Let the eye-rolling commence!

It’s inevitable.  At some point in the next few weeks, the piano, organ, and brass will begin to play; the conductor will give the downbeat; and one of my brothers-in-law will glance out of the corner of his eye to see what’s going on in my region of the choir.

You see I cannot bring myself to sing “Joy to the World.”  Even now, I actually can feel the disappointment in my spiritual life you have at this very moment.

Take a moment and read through the lyrics.  When the hymn writer, Isaac Watts, composed the carol in 1719, it was not intended to be a Christmas/Advent/First Coming carol.  Hymnary.org notes that Watts “published it in his Psalms of David Imitated (1719) under the heading ‘The Messiah’s Coming and Kingdom.'”  Another article giving the background of the carol can be found here.

“Joy to the World” (based off of Psalm 98) is actually about Christ’s Second Coming and the onset of the Messianic (i.e., Millennial) Kingdom.  It has precious little to do with Christmas, as the events the carol speaks of are still yet to occur!  Now, I can understand singing the carol at Christmas if one’s understanding of Scripture leads them to believe that Christ’s Kingdom, as prophesied in the Old Testament, began with the beginning of the Church.  In that way, many of those Old Testament passages are applied to the current age.  But, in the circles I’ve traveled and in which I’ve had fellowship, that is not the case.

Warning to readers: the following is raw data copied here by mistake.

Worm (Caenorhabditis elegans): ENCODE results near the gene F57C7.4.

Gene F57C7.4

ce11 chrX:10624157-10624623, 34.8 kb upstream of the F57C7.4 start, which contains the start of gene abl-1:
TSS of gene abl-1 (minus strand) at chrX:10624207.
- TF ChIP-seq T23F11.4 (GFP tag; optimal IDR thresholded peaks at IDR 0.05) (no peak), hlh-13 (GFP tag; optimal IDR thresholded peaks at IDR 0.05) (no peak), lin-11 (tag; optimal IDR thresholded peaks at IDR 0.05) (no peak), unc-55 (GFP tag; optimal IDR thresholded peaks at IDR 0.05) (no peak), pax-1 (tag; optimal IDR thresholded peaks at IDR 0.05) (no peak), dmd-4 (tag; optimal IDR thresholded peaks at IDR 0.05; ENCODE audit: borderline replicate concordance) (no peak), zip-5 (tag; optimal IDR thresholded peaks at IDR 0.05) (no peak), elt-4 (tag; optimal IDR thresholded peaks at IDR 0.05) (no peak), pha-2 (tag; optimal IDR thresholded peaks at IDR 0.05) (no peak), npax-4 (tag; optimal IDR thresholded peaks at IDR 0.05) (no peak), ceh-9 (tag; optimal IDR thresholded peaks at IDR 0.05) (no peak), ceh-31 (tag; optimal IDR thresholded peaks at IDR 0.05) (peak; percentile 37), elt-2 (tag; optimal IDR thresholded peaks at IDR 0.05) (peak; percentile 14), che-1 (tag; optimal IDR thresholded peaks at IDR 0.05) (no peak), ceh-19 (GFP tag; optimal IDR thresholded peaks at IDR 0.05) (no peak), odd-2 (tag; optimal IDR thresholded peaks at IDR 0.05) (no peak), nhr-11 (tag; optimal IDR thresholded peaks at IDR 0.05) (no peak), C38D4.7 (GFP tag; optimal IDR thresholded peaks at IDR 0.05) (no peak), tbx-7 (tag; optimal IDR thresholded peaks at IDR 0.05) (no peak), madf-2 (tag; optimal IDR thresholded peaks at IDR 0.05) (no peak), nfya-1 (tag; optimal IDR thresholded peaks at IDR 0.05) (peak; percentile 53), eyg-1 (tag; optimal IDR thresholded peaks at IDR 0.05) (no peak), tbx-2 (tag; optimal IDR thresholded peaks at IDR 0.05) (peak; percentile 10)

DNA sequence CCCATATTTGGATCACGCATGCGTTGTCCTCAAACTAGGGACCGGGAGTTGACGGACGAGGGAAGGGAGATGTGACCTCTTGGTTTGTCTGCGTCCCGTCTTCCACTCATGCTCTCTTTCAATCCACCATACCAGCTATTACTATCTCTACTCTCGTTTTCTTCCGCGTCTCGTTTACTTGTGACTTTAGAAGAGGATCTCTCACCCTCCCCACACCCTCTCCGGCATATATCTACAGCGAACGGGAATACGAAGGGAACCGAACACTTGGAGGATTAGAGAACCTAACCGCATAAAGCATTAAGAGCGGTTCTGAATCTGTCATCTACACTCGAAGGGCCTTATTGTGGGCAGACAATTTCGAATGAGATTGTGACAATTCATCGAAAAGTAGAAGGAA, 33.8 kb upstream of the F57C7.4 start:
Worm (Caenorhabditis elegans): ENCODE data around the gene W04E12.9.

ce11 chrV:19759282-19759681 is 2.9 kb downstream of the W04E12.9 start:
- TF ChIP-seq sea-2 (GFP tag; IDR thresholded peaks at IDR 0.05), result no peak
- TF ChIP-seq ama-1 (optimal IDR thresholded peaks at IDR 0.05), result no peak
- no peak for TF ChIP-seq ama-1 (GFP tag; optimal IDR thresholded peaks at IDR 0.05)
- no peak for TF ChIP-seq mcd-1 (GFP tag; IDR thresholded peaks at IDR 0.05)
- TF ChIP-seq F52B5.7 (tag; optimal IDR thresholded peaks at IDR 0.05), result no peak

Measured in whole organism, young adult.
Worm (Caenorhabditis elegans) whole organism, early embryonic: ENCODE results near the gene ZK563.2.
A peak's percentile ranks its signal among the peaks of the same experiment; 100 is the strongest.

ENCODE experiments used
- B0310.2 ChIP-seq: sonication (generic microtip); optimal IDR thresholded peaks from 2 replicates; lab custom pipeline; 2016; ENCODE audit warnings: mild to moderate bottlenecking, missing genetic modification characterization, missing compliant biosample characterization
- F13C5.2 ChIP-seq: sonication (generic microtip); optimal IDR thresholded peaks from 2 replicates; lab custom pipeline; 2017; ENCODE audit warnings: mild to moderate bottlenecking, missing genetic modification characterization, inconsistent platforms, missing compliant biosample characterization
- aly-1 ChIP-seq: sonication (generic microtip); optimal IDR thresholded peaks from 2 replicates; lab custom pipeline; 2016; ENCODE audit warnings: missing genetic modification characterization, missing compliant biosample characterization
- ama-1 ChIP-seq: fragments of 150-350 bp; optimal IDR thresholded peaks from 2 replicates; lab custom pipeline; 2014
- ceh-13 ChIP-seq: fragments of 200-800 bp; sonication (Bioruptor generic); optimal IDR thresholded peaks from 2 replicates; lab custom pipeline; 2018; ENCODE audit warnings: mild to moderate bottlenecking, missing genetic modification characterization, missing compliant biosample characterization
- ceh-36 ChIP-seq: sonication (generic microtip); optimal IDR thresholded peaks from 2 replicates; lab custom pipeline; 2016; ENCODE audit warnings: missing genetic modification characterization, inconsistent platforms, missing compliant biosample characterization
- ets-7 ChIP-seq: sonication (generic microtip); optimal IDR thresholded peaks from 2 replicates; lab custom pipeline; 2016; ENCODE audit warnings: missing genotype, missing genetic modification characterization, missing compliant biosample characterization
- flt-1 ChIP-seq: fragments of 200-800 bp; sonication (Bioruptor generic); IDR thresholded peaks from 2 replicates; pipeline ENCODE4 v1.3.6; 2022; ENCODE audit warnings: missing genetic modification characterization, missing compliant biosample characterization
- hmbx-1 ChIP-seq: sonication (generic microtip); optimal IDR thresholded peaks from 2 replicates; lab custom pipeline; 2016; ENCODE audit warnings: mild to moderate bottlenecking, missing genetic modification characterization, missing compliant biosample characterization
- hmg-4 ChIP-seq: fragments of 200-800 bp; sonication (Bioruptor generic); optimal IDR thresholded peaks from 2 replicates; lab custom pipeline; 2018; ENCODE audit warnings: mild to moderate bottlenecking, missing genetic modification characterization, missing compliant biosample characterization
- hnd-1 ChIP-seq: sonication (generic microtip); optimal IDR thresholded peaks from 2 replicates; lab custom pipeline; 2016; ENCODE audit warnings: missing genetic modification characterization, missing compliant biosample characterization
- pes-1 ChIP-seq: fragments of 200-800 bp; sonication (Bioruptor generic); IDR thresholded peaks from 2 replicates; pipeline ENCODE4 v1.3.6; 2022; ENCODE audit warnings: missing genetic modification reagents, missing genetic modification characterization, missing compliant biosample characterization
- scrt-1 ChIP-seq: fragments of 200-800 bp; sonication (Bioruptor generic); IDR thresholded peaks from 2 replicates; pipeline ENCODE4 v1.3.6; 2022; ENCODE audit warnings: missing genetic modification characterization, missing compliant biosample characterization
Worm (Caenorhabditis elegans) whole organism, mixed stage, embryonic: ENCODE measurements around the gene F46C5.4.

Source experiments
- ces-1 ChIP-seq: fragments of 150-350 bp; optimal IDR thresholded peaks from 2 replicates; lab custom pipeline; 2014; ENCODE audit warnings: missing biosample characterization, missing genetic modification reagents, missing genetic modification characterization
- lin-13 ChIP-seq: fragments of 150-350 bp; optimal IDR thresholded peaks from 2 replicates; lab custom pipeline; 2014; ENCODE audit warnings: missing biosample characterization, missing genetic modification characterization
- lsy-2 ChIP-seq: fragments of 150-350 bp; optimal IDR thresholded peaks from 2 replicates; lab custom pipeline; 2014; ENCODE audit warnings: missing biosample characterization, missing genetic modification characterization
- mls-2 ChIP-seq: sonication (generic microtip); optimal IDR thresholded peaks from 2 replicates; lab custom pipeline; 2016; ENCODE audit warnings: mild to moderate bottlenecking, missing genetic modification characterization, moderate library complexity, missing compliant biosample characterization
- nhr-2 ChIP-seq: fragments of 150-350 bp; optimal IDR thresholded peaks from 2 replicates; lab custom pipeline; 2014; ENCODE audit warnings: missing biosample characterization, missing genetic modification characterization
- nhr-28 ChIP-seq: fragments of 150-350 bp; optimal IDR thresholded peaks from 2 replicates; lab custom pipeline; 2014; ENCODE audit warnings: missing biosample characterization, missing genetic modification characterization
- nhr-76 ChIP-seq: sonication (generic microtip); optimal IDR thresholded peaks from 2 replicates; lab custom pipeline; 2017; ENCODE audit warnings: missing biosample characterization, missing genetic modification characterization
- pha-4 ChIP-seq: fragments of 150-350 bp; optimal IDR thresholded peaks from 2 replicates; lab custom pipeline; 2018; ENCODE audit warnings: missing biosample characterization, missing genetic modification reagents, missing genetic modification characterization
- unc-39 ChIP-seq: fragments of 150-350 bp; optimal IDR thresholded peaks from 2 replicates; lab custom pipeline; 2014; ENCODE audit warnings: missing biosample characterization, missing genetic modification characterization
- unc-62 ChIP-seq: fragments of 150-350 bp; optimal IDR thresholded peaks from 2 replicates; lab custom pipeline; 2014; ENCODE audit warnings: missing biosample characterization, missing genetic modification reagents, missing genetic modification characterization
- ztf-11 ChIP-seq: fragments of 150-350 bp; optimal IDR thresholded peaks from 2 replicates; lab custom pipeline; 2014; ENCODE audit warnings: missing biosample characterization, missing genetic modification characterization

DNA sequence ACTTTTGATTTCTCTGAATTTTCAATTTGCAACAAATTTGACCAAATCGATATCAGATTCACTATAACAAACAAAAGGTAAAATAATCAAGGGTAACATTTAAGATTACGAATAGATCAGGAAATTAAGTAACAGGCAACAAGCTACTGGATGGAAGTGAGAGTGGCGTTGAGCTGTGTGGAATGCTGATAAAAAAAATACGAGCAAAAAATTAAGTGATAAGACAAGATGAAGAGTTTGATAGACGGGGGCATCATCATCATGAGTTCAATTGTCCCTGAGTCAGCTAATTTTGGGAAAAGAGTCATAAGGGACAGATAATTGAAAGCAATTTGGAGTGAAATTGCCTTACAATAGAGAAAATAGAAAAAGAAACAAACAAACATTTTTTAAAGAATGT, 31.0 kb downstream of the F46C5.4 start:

It’s not like there is a dirth of good Christmas carols — even carols that balance the birth of Israel’s Messiah with the realization that God had now begun to administrate His kingdom differently on the Day of Pentecost.  I know “Joy to the World” is boisterously happy and jubilant, but — like anything else — shouldn’t the text inform and guide as to proper usage?

At the end of it all (no pun intended), let me be clear.  When He comes — our glorious King — I will gladly, triumphantly, and loudly be singing “Joy to the World.”  I’d go so far as to say that I hope it is the second song in D-major that we end up singing on that day.  The first, of course, will be Handel’s chorus “Worthy is the Lamb” from The Messiah.  (What can I say?  The pedal D on the organ makes me well up every time!  I’m hoping part of the refreshing the New Covenant brings is a clearly-audible 128′ pipe for that D that will resound throughout the universe.)

So go ahead.  Roll your eyes.  Cringe.  Think ill-thoughts.  I’m really not that crazy.  Or at least for this reason.

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